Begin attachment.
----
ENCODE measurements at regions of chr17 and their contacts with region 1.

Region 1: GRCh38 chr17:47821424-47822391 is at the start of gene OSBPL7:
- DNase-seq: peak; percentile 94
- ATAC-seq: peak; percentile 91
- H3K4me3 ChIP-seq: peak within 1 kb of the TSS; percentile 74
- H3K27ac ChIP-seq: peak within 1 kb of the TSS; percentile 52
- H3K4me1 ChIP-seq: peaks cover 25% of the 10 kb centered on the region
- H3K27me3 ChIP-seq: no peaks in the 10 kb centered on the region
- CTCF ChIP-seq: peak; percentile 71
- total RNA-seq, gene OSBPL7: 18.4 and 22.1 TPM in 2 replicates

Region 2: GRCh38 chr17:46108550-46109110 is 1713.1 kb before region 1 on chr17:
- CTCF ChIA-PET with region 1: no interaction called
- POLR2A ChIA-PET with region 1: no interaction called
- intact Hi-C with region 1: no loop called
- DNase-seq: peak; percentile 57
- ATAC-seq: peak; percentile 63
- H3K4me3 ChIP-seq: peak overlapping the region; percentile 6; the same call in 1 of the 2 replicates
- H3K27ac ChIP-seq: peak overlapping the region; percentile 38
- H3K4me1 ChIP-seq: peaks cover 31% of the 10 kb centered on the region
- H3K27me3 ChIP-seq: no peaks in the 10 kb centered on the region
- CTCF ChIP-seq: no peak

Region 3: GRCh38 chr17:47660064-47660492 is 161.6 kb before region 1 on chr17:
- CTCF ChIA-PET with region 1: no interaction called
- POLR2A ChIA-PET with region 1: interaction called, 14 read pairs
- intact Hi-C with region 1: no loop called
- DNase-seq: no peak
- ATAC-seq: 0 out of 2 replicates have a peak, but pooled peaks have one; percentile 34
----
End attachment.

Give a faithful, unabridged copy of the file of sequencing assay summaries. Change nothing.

ENCODE measurements at regions of chr17 and their contacts with region 1.

Region 1: GRCh38 chr17:47821424-47822391 is at the start of gene OSBPL7:
- DNase-seq: peak; percentile 94
- ATAC-seq: peak; percentile 91
- H3K4me3 ChIP-seq: peak within 1 kb of the TSS; percentile 74
- H3K27ac ChIP-seq: peak within 1 kb of the TSS; percentile 52
- H3K4me1 ChIP-seq: peaks cover 25% of the 10 kb centered on the region
- H3K27me3 ChIP-seq: no peaks in the 10 kb centered on the region
- CTCF ChIP-seq: peak; percentile 71
- total RNA-seq, gene OSBPL7: 18.4 and 22.1 TPM in 2 replicates

Region 2: GRCh38 chr17:46108550-46109110 is 1713.1 kb before region 1 on chr17:
- CTCF ChIA-PET with region 1: no interaction called
- POLR2A ChIA-PET with region 1: no interaction called
- intact Hi-C with region 1: no loop called
- DNase-seq: peak; percentile 57
- ATAC-seq: peak; percentile 63
- H3K4me3 ChIP-seq: peak overlapping the region; percentile 6; the same call in 1 of the 2 replicates
- H3K27ac ChIP-seq: peak overlapping the region; percentile 38
- H3K4me1 ChIP-seq: peaks cover 31% of the 10 kb centered on the region
- H3K27me3 ChIP-seq: no peaks in the 10 kb centered on the region
- CTCF ChIP-seq: no peak

Region 3: GRCh38 chr17:47660064-47660492 is 161.6 kb before region 1 on chr17:
- CTCF ChIA-PET with region 1: no interaction called
- POLR2A ChIA-PET with region 1: interaction called, 14 read pairs
- intact Hi-C with region 1: no loop called
- DNase-seq: no peak
- ATAC-seq: 0 out of 2 replicates have a peak, but pooled peaks have one; percentile 34